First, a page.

Harvard’s Guru of Tech Transfer: More Seed Funding, Industry Deals Afoot—and the Social Mission is Key

4/4/08Follow @bbuderi

Harvard has taken a bit of a bashing over the years on the tech transfer front. After all, MIT, the champion of university technology transfer and licensing, is right down the river, and at least some business leaders and alumni feel the school should be doing more to match its neighbor in commercializing its pioneering research.

Isaac Kohlberg agrees—and he’s on it. Kohlberg, whose official title is senior associate provost and chief technology development officer, heads Harvard’s Office of Economic Development. In just two full years on the job, he has worked to overhaul almost everything about the office, from its staff to its organization. He’s helped grow industry-sponsored research for the university at a 70-percent annual rate or higher, and has put in place several changes—with more in the wings—to up the dollars Harvard takes in from royalties and licensing deals.

But, as you’ll see, the point of his actions isn’t simply to bring in dollars to an already flush institution. (Harvard’s endowment, at $35 billion and rising, is the nation’s largest.) It’s also about doing more to move Harvard innovations—chiefly in the medical arena—out into the world where they can help people in developing nations, and Kohlberg is willing to do royalty-free deals to bring that about.

“That’s a major piece of our strategy and our mission,” Kohlberg said of this loftier goal, which isn’t exactly common in technology licensing offices, when I visited him earlier this week at his Harvard Square office to learn more about his plans. Turns out, he has a lot of them—and in fact, he’s already set in motion far more than I had realized. It typically takes years for the seeds of tech transfer to bear fruit, so it’ll be a while before Harvard catches up to MIT in its tech transfer efforts. But it seems likely the gap will soon be narrowing, if it hasn’t already.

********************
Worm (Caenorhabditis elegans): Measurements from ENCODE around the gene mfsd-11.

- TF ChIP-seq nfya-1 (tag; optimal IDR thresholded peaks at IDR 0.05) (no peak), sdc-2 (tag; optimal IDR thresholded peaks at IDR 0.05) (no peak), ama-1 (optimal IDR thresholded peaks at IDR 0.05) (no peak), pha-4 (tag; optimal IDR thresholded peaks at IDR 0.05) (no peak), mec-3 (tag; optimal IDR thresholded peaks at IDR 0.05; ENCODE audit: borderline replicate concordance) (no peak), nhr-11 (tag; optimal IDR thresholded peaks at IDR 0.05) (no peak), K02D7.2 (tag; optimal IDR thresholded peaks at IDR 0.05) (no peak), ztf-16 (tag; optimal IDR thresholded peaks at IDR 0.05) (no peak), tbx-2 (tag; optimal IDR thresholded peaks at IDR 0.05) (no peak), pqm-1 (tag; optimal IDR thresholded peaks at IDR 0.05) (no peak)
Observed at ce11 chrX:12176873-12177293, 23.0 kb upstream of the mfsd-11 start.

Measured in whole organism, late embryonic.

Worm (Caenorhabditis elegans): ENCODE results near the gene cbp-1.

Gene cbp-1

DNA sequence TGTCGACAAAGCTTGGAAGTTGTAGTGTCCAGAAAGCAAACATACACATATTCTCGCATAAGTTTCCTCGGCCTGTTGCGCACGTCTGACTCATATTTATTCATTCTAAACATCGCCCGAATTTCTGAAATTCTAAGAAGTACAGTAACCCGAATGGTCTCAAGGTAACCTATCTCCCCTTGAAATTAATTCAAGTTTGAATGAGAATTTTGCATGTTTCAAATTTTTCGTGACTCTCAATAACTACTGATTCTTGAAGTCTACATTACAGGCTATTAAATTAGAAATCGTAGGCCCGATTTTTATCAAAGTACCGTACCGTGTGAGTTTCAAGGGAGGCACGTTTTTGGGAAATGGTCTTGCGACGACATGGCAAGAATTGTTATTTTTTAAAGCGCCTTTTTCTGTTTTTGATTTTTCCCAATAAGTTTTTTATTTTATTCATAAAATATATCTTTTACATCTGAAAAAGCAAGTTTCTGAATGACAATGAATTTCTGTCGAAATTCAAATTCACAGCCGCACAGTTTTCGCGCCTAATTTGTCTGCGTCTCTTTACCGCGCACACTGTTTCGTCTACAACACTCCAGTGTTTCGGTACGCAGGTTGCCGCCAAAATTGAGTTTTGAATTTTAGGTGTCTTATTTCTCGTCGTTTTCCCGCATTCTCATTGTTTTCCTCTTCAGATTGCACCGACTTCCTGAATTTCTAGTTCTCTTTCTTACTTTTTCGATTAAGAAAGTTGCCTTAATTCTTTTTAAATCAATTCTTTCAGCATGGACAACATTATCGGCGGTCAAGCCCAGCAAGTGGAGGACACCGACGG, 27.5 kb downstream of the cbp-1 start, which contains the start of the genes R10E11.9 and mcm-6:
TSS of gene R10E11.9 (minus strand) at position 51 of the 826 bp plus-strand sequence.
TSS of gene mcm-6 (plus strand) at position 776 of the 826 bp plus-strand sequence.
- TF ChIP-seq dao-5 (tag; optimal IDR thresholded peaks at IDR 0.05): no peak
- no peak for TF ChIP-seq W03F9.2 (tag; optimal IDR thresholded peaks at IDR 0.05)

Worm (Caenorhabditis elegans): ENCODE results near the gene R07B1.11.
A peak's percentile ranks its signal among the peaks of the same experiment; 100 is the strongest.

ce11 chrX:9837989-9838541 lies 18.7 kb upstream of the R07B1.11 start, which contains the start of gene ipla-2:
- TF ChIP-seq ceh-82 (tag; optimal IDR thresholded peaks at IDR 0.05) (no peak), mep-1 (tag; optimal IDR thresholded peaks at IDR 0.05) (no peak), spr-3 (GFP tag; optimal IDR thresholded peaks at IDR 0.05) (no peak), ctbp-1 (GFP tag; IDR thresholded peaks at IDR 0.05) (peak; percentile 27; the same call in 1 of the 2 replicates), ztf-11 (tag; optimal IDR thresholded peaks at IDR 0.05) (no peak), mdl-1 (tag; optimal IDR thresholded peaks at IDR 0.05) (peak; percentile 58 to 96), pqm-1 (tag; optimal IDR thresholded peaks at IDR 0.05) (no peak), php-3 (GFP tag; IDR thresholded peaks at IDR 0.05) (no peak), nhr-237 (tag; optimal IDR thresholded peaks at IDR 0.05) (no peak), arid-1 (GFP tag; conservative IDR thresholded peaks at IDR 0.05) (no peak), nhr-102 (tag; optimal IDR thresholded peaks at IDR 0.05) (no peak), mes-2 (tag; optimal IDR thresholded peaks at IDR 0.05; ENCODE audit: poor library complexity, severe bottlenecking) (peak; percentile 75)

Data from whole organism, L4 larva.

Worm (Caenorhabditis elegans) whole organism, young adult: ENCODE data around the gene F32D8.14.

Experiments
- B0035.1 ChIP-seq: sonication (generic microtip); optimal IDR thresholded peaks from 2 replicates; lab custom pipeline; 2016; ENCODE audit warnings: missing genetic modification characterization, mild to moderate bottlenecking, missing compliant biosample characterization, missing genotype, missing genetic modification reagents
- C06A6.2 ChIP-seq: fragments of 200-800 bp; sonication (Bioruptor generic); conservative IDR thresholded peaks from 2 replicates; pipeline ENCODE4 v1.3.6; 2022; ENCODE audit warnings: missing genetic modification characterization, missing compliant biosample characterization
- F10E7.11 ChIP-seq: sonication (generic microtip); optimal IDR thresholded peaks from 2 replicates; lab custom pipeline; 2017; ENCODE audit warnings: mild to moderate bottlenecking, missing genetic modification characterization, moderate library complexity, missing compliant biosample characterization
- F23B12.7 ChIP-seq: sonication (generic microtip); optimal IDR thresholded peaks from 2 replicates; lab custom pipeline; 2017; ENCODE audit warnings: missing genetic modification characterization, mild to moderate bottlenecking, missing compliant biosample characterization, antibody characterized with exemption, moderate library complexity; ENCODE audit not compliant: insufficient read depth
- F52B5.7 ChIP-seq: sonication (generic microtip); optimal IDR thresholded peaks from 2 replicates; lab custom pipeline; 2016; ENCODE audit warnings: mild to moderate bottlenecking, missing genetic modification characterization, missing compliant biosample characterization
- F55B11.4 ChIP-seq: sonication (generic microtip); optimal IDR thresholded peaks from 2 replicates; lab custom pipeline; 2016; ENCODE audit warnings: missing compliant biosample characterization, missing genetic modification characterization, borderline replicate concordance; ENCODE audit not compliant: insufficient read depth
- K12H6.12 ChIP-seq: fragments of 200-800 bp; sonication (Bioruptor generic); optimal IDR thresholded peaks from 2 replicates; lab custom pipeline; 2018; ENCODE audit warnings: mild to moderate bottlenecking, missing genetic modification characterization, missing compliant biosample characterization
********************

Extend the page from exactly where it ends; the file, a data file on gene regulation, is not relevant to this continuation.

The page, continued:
Kohlberg came to Harvard as a change agent in summer 2005 after turning around technology transfer activities at Tel Aviv University in Israel and building New York University’s efforts almost from scratch. But he says it was really his experience in Israel that shaped much of what he is doing at Harvard. Israeli research institutions, he says, pioneered tech transfer in the 1950s, back when there was really only one major effort at a U.S. university, the Wisconsin Alumni Research Foundation associated with the University of Wisconsin. (The blood thinner Warfarin, also known as Coumadin, was originally developed under the foundation’s sponsorship—and so was Vitamin D.) It wasn’t until 1980, when passage of the Bayh-Dole act allowed U.S. universities to keep the IP rights to technology spawned from federally funded research, that tech transfer efforts really took off in the U.S., he says.

Kohlberg was recruited to Harvard in 2005 by then president Larry Summers and current provost Steven Hyman. He got right to work overhauling operations, bringing two tech transfer offices—one at Harvard Medical School, and one on the main campus—into a single university-wide program. He then reoriented the entire professional staff, which had previously been focused on technology licensing, to full-blown business development. To that end, Kohlberg says, “We have hired a new team of directors of business development” whose job is to engage university faculty and outside firms to find, nurture, and develop research for commercialization, as well as to license existing technologies. And to symbolize this broader, more active mission, he changed the name of the organization itself—from the Office of Technology Licensing to the Office of Technology Development.

The office was reorganized according to areas of practice. Life sciences, the primary focus, has five full-time directors of business development, three based at the medical school in Boston and two in Cambridge. Kohlberg also set up a three-person engineering-materials-information technology team. Complementing them come a basketball squad-sized … Next Page »

Bob is Xconomy's founder and editor in chief. You can e-mail him at bbuderi@xconomy.com, call him at 617.500.5926. Follow @bbuderi

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